## Saturday, April 24, 2010

### predicting Old La Honda running time

Here's the model I described, fitting an equation to Minetti's data:

Revised fit to combined run/walk data from Minetti

I should in theory be able to predict my time running up Old La Honda Road, assuming I am equally adapted to running as I was at cycling when I set my Old La Honda cycling PR last year.

From that ride I calculated this was around 299 watts as would be measured by an SRM, Quarq, or Metrigear Vector, or 5.31 W/kg. So what if
I could sustain that for the somewhat longer time I'd need to run up the hill?

First, I calculate the energy needed to run up Old La Honda. The simple way would be to take the average grade and use that, but instead I divided the climb into segments using iBike data and calculated the work required for each segment.

This work neglects wind resistance (it's from treadmill data) so I need to add that. Given a height of 1.69 meters, a width of 40 cm, and a CD = 0.8 with ρ = 1.15 kg/m³, I can calculate wind resistance as a function of speed: Pw = ½ ρ CD A v³, where A is my cross-sectional area (0.68 m²) and v is my speed. Since wind resistance power affects speed, and speed determines wind resistance power, the solution needs to be done self-consistently. I assume I weigh what I did when I did the Old La La Honda PR, and I added 3 lb for shoes and clothes. I used a Perl script for the calculation.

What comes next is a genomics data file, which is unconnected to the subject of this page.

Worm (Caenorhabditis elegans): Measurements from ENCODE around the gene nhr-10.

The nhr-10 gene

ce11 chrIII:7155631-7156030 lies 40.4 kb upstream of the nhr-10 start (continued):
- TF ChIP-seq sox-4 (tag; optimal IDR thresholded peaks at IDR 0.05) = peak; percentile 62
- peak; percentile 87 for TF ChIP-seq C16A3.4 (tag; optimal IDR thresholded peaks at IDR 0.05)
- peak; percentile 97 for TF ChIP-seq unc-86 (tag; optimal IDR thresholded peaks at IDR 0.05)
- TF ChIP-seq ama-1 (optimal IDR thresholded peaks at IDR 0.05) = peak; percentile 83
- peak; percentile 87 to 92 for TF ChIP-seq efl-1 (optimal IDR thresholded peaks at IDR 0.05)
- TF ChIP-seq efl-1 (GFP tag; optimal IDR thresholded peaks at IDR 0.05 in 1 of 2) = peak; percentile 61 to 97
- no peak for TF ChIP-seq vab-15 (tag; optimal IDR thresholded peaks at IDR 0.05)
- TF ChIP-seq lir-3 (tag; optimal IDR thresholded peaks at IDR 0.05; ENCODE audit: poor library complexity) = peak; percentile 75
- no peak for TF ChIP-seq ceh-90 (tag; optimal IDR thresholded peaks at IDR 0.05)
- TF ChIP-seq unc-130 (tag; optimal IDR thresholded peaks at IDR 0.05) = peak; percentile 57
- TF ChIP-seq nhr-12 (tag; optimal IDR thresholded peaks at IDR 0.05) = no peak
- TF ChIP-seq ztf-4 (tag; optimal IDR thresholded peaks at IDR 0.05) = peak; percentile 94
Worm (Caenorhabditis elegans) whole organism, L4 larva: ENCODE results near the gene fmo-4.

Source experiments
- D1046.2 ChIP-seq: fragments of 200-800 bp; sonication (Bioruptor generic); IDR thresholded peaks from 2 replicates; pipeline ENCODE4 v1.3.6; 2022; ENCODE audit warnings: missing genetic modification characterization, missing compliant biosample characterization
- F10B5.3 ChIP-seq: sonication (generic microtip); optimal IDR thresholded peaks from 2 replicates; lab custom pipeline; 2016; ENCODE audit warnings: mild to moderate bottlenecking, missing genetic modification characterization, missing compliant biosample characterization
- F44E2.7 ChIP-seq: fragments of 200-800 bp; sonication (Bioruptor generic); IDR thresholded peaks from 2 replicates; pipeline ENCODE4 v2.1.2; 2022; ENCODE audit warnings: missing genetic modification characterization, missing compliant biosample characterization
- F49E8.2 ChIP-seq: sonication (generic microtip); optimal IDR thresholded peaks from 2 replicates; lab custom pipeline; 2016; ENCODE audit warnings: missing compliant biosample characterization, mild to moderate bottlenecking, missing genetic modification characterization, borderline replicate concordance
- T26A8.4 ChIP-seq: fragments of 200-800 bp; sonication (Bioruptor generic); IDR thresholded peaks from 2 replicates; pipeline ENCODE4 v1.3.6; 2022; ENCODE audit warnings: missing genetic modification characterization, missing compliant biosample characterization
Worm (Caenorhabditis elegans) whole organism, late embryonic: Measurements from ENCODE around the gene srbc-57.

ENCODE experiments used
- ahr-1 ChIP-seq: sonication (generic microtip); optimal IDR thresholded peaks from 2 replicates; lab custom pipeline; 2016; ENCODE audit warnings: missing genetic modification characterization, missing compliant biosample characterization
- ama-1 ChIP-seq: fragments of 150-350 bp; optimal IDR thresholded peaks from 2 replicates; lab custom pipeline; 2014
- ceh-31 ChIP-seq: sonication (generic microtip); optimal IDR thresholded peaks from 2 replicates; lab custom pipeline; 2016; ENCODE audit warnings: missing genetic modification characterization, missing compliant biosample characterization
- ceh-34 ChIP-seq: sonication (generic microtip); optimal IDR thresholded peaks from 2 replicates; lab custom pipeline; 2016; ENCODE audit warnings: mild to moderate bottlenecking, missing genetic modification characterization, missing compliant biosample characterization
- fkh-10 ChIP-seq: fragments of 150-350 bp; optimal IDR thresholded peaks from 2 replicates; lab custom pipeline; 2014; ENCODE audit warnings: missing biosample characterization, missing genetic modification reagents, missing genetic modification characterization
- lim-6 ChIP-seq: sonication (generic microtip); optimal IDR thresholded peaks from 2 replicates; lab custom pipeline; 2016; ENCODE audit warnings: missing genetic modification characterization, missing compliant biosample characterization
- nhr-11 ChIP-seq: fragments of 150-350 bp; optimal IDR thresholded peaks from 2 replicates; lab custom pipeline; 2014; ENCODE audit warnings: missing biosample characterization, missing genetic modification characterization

The result: it predicts I could run up Old La Honda in 23:38, a pace of 4:23 per km. Now I can state with 100% certainty I couldn't run that now. I view a prediction like that what a proto me, not having taken up cycling but running instead, could have done. Or maybe not even: maybe the same individual, similarly trained, can't produce as much power running as cycling.

In contrast, Gary Gellin ran a 24:29 during the first year of the Low-Key Hillclimbs. Gary's always been a bit faster than me riding uphill, and is a much better runner. So this reinforces the optimism of the calculation.

One possibility is running on a real road surface is less efficient than running on the treadmill used by Minetti. Another possibility is riding about allows for more work production (either greater metabolic exertion or a higher efficiency of conversion of metabolic exertion to mechanical work). At least the first issue should be evident in examining additional studies, as the issue of the energy cost of running has been investigated before: Minetti's work was unique in the range of road grades used.